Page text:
A common phenomenon is co-occurring drug addiction and mental illness, also called a dual diagnosis. Either of these can develop first, as a mentally ill individual may turn to drugs to self-medicate, or a drug addict may develop mental illness as a result of their drug addiction.
The compound problem of dual diagnosis is that it is difficult to address in a one-size-fits-all manner. The group of people who suffer from dual diagnosis is quite varied, not only because they have different drugs of choice, but because their mental illnesses require specific treatment, as well. Dual diagnosis patients suffer from a range of mental illnesses, from mood to personality disorders, and some even have more than one mental illness, to further complicate the problem.
The reason mentally ill individuals turn to drugs or alcohol is often to self-medicate from the symptoms they experience. Drugs and/or alcohol can provide a pleasant escape from the rigors of daily life, and it can even temporarily improve their mood. However, constantly picking up that next drink or seeking that next high taps out the “pleasure center” of the brain, and they can no longer produce dopamine (the neurotransmitter the brain releases that is associated with pleasure). Eventually, they simply feel numb, but cannot give up drugs or alcohol, because they have become physically and/or psychologically addicted.
The Journal of the American Medical Association reported alarming statistics about dual diagnoses:
On the flipside, drug abuse can increase the risk of developing a mental disorder. As a substance abuser becomes more secretive about their drug use, they can also begin to exhibit disturbing symptoms. Among them, they may feel like they need their drug of choice to be able to function, and they will engage in risky behavior as they chase the high.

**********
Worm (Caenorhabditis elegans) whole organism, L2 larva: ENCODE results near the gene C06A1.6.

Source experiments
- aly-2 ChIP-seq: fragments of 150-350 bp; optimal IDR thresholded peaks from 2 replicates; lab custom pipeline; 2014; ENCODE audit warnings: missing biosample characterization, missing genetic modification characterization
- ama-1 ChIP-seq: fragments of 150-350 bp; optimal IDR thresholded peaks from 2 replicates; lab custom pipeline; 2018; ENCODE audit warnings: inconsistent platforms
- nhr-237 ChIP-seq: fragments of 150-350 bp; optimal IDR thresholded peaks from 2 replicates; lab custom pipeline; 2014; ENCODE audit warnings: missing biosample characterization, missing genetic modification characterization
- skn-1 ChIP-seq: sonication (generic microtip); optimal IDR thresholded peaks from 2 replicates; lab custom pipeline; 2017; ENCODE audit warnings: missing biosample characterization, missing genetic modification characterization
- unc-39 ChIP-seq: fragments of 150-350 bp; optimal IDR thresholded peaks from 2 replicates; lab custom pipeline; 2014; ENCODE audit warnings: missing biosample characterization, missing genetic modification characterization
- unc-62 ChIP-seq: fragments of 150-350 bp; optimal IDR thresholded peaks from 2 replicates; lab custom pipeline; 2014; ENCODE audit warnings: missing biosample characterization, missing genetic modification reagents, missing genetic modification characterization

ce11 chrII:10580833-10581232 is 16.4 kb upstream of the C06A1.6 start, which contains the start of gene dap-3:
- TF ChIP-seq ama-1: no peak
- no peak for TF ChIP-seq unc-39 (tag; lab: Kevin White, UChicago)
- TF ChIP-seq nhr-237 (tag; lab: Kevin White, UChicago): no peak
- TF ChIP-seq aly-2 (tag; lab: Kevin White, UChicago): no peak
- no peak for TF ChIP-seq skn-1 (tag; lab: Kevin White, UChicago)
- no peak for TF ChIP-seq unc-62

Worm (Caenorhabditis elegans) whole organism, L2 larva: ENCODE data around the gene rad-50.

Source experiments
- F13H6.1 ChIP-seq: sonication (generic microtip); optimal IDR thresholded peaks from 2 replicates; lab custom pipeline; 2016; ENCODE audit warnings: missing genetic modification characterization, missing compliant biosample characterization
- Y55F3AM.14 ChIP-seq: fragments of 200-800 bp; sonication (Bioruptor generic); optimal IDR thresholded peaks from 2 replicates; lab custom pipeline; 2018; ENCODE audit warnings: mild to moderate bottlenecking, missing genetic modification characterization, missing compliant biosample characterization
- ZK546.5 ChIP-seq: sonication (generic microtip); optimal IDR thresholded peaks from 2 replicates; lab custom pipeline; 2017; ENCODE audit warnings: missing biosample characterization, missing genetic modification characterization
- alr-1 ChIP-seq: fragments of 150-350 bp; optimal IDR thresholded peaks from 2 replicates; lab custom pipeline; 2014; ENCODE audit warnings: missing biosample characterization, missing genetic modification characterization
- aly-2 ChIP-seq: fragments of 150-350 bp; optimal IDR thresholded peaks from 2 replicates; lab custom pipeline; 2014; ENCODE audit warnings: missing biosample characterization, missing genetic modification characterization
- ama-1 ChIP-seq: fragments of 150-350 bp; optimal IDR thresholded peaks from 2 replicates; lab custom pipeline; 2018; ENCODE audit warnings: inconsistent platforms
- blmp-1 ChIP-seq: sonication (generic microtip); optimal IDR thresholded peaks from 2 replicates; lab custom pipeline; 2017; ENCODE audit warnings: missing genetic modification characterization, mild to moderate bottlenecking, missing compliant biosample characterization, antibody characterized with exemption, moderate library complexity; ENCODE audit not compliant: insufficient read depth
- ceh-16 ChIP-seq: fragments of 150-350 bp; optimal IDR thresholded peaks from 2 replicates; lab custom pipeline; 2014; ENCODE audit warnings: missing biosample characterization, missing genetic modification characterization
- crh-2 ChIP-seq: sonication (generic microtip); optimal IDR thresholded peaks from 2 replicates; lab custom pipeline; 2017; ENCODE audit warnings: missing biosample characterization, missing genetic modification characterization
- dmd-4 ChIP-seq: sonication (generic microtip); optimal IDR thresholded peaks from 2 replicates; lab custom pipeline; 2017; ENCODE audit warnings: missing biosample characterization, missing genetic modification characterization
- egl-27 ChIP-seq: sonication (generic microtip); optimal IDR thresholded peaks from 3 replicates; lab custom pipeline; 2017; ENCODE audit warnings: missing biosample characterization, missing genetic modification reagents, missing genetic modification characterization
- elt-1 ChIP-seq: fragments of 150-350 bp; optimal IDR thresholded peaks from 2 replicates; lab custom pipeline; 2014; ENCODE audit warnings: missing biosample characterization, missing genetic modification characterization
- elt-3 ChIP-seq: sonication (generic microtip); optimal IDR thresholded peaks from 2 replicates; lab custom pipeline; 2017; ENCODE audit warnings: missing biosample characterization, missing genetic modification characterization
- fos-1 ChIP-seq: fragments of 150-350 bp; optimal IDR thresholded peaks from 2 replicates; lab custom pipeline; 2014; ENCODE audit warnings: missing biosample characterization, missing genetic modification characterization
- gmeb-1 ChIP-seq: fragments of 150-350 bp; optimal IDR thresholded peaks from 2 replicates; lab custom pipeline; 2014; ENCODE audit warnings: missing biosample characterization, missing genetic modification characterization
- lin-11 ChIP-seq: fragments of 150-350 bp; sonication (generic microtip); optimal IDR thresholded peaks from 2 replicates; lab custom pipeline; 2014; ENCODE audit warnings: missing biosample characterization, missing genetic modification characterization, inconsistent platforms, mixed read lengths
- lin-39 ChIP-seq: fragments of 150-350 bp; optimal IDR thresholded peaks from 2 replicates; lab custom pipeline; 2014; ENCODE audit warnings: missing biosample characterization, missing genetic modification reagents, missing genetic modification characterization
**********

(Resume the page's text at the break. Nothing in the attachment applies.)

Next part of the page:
An integrated intervention is necessary to treat a patient with dual diagnosis. The notion that a person must control their drug abuse before they can be treated for a mental illness is outdated and dangerous to the mental and physical health of the individual with co-occurring mental illness and substance abuse. The key component of dual diagnosis treatment is to help the patient detoxify to get the drug out of their system. This does not mean the individual is clean and sober yet. They must also undergo intensive drug rehabilitation, have a supportive medical team to help them get well, and individual and group psychotherapy is also beneficial. Any dual diagnosis treatment plan must include a psychotherapy component (cognitive behavioral therapy is particularly useful) to help addicts learn how to cope with the symptoms of their mental illness and change their ineffective thought patterns.
It isn’t easy to overcome drug addiction for those who are also mentally ill, but it can be done. With the guidance of a dedicated, compassionate drug addiction treatment team, you, too, can get sober and start on a path to lasting wellness.
Contact us at Turning Point for help getting sober and mentally healthy by dialing (973) 380-0905 today.